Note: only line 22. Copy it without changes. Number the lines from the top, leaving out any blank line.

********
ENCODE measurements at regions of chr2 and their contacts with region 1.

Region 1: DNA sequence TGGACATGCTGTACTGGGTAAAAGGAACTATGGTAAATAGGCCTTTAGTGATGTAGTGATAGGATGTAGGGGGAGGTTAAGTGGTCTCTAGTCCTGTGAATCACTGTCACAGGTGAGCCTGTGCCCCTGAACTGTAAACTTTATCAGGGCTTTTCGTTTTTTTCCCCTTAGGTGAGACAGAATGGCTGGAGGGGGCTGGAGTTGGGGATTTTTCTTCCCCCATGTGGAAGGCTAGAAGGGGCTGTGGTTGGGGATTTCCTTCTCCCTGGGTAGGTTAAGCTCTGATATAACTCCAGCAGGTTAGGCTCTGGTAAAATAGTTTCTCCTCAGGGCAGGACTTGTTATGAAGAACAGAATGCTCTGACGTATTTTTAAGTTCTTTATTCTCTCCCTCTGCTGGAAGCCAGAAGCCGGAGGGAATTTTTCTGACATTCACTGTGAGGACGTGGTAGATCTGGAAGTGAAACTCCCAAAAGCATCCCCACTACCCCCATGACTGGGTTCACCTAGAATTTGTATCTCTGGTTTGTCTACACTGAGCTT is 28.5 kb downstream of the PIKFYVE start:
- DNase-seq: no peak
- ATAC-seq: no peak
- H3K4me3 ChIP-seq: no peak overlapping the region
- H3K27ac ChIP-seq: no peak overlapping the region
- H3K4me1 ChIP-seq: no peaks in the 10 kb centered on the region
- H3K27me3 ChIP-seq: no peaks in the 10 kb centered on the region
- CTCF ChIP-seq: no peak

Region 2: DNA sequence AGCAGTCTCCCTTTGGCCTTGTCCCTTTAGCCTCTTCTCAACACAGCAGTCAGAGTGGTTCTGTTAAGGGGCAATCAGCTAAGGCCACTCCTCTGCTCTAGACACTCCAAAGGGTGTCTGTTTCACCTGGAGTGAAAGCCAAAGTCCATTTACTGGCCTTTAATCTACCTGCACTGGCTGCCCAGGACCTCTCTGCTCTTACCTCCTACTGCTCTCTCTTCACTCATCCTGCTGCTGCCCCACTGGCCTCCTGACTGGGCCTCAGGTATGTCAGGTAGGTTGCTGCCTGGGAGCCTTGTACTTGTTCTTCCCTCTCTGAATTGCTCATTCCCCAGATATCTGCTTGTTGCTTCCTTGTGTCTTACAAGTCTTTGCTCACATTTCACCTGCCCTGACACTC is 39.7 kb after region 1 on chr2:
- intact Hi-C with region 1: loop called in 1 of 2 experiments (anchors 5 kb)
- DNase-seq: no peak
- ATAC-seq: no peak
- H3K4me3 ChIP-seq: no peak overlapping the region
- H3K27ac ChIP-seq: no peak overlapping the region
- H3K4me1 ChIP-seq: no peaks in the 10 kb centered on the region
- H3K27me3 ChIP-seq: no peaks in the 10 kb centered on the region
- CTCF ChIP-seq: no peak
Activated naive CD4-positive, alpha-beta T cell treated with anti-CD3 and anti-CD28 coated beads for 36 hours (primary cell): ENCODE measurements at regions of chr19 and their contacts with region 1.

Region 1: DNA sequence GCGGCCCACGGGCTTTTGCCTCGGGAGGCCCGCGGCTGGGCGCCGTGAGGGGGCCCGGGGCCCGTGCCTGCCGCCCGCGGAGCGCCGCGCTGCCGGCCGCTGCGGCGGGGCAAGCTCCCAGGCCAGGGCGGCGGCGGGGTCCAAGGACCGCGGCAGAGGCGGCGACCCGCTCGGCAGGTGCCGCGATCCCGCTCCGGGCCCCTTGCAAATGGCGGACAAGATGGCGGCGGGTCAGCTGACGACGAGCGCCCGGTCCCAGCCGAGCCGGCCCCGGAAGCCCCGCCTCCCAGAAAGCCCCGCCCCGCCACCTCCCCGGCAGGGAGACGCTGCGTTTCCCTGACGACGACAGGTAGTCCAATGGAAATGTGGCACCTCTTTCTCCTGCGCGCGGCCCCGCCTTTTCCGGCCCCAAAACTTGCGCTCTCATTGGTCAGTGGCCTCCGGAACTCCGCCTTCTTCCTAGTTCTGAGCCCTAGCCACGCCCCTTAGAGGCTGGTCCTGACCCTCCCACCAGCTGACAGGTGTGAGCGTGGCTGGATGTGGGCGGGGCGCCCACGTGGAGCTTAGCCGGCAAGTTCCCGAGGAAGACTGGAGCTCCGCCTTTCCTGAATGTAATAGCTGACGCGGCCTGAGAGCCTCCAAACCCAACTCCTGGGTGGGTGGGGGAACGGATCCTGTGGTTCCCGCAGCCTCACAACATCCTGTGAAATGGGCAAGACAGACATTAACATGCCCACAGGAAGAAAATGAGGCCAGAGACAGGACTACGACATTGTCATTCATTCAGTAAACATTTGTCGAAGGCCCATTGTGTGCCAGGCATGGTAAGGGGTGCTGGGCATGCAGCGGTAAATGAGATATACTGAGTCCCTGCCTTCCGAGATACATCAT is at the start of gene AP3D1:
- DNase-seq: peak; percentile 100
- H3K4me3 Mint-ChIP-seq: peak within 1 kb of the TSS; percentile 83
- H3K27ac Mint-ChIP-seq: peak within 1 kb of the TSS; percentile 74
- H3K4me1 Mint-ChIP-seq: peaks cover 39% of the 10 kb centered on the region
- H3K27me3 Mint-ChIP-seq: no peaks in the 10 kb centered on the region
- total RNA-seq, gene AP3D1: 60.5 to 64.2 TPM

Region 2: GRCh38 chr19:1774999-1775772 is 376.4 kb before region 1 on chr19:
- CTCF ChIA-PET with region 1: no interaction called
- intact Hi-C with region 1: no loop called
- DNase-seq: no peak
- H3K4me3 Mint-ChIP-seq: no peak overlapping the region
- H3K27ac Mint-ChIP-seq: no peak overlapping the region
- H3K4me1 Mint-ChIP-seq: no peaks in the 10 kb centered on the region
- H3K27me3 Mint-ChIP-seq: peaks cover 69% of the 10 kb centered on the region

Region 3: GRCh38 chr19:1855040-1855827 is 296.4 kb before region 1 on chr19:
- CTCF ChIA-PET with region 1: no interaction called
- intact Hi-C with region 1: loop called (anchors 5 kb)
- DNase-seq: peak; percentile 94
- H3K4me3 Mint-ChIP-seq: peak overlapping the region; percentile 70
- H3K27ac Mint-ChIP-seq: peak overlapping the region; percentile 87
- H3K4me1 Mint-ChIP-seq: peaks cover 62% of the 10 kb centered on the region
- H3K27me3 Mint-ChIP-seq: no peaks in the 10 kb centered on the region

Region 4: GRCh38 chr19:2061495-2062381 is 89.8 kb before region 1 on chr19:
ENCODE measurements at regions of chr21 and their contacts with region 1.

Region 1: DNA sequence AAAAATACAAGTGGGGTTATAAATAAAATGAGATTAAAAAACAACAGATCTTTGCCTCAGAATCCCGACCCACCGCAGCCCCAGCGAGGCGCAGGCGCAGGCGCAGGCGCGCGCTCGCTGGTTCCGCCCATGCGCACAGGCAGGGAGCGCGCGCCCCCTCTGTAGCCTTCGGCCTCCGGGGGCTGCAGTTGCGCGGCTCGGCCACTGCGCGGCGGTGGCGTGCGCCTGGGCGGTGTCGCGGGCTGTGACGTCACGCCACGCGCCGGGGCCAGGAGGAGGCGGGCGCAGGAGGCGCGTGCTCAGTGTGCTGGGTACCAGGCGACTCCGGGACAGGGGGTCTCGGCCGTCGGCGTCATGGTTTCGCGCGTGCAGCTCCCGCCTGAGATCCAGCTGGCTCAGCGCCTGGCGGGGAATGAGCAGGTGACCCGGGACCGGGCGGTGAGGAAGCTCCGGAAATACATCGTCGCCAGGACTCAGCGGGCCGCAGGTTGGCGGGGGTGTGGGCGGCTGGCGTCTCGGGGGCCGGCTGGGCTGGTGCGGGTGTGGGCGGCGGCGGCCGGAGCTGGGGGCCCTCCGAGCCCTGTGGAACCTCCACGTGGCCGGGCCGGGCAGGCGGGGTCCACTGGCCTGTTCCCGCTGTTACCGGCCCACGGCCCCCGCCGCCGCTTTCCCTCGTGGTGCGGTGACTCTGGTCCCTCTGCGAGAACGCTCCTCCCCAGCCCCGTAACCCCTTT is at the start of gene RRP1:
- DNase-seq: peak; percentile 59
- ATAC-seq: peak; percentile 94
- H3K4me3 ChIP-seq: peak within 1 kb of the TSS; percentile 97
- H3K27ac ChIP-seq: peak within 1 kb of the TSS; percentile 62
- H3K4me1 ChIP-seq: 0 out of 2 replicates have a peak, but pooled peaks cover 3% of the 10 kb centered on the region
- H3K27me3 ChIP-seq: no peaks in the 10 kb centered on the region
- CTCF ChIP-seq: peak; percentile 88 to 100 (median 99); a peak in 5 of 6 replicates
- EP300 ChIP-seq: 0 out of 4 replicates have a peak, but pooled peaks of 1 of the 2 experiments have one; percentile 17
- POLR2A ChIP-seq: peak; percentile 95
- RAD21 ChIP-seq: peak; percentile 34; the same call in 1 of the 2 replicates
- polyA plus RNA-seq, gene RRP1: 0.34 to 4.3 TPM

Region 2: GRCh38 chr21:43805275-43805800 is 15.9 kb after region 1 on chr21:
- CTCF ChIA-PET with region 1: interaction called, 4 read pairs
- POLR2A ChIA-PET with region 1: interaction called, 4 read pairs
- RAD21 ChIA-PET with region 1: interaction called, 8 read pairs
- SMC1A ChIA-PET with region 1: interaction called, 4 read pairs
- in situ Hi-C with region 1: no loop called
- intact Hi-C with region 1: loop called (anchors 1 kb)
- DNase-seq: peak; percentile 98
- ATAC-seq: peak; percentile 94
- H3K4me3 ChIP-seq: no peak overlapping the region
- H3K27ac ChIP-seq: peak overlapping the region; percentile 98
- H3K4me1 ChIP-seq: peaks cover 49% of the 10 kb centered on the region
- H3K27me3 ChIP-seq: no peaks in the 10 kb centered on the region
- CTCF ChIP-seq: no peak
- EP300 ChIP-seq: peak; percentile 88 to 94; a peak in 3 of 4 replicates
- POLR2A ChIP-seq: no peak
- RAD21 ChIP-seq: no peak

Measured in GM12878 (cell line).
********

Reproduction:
- H3K4me3 Mint-ChIP-seq: peak within 1 kb of the TSS; percentile 83